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Electricity in Paraguay in 2021

Global Ranking: #11
99.8% #7 Low-carbon electricity
681.48 watts #46 Generation / person
25.41 gCO2eq/kWh #6 Carbon Intensity

In a noteworthy accomplishment, Paraguay already sources a staggering 99.83% of its electricity from low-carbon means, with hydropower contributing to almost all of it (99.68%). It is notable for having a nearly greenhouse emission-free electricity sector. As a significant net exporter of electricity, Paraguay also helps neighboring countries lower their dependence on high-carbon sources, further contributing to the global shift towards clean energy. However, challenges remain as sectors like transport, heating, and industry still need to be electrified, requiring a surge in electricity generation.

Suggestions

Paraguay can enhance its low-carbon electricity generation by exploring other potential low-carbon resources, in addition to its dominant hydropower sector. Although Paraguay is blessed with substantial hydro resources, the fluctuating nature of water availability due to seasonal changes can potentially affect energy reliability. Therefore, diversifying low-carbon energy sources to include solar, wind, and nuclear can aid in mitigating these inherent vulnerabilities, supplement power generation during unfavorable hydro conditions, while also meeting the increasing electricity demand for electrifying other sectors.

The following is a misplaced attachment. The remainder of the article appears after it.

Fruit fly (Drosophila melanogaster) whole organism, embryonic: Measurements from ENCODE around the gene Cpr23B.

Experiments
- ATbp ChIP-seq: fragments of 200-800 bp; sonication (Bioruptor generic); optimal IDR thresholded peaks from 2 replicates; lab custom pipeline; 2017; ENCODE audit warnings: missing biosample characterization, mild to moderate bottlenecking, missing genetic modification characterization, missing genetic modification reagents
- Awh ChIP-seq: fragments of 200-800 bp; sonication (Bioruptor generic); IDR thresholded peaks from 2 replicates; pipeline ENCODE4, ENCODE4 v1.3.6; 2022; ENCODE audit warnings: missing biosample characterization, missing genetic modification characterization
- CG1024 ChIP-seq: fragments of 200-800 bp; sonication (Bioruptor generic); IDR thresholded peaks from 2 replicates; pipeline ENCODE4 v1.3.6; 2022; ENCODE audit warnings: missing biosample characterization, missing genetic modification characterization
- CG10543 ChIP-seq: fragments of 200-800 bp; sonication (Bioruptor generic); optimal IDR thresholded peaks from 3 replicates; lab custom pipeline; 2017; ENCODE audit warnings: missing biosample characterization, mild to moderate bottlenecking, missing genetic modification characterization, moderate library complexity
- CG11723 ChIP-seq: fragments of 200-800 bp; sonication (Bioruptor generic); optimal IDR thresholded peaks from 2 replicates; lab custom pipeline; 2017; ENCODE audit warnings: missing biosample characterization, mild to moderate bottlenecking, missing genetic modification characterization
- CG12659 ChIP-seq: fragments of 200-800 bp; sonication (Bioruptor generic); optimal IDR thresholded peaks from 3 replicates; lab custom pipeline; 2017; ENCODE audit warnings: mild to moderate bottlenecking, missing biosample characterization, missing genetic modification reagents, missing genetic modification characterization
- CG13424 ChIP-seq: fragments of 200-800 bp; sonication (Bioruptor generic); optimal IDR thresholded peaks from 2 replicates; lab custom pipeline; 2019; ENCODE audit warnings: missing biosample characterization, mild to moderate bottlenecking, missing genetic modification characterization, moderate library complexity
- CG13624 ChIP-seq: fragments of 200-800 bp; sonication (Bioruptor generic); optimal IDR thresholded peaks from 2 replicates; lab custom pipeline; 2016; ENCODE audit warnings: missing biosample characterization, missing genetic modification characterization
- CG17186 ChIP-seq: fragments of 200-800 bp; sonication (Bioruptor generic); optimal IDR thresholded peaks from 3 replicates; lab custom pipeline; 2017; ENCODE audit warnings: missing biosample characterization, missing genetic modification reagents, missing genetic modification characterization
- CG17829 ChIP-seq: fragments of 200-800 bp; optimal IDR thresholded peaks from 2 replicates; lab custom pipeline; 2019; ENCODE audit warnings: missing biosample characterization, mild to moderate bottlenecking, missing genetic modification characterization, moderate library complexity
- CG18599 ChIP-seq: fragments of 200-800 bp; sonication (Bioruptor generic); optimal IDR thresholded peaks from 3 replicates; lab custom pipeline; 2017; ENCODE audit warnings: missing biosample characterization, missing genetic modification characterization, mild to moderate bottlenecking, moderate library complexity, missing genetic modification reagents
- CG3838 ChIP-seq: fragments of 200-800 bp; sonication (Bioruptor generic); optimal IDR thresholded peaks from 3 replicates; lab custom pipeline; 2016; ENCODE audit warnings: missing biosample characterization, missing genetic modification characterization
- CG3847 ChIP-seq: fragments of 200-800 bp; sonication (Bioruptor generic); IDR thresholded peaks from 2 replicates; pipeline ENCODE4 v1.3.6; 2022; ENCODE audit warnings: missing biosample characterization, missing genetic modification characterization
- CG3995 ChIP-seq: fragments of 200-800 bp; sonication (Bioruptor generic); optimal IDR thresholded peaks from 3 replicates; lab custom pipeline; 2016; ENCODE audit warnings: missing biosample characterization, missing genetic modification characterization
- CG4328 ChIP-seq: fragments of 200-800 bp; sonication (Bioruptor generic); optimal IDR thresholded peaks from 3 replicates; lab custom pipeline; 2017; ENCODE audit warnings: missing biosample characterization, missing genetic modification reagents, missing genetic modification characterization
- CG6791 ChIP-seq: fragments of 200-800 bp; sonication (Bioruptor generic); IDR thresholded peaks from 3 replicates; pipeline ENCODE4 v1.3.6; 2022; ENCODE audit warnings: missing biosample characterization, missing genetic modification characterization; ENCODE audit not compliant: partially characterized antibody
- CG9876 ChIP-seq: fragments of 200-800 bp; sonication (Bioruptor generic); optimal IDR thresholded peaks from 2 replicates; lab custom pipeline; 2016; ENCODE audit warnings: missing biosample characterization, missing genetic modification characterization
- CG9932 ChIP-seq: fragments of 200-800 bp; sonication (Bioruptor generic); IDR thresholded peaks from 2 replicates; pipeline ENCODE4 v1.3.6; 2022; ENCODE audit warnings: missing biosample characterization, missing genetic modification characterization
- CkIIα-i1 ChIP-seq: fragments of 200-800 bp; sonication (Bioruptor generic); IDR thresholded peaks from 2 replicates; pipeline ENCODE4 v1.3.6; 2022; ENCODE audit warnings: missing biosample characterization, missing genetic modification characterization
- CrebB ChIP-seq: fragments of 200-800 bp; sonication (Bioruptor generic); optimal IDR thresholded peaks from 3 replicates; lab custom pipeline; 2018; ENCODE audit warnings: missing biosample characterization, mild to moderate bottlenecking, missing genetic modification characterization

History

Tracing back the history of low-carbon electricity in Paraguay, it's apparent that hydropower significantly expanded during the late 1980's and 1990's, showing steady growth with an increase in electricity generation each year, often by a few terawatt-hours (TWh). Apart from a few minor setbacks such as in 2001 and 2014 when hydropower generation declined by 8.1 TWh and 5.1 TWh, the hydro sector showed a strong performance. However, the last few years, specifically 2017, 2019, and 2021, have witnessed a dip in hydro output. This accentuates the need to diversify to other low-carbon sources, ensuring the country's power system remains resilient to any potential setbacks in the future.

Electricity Imports and Exports

Balance of Trade

Data Sources

For the years 1971 to 1972 the data source is World Bank.
For the years 1973 to 1989 the data sources are World Bank and IEA (imports/exports).
For the years 1990 to 1999 the data source is IEA.
For the years 2000 to 2009 the data source is Ember.
For the years 2010 to 2012 the data source is IEA.
For the years 2013 to 2021 the data source is Ember.
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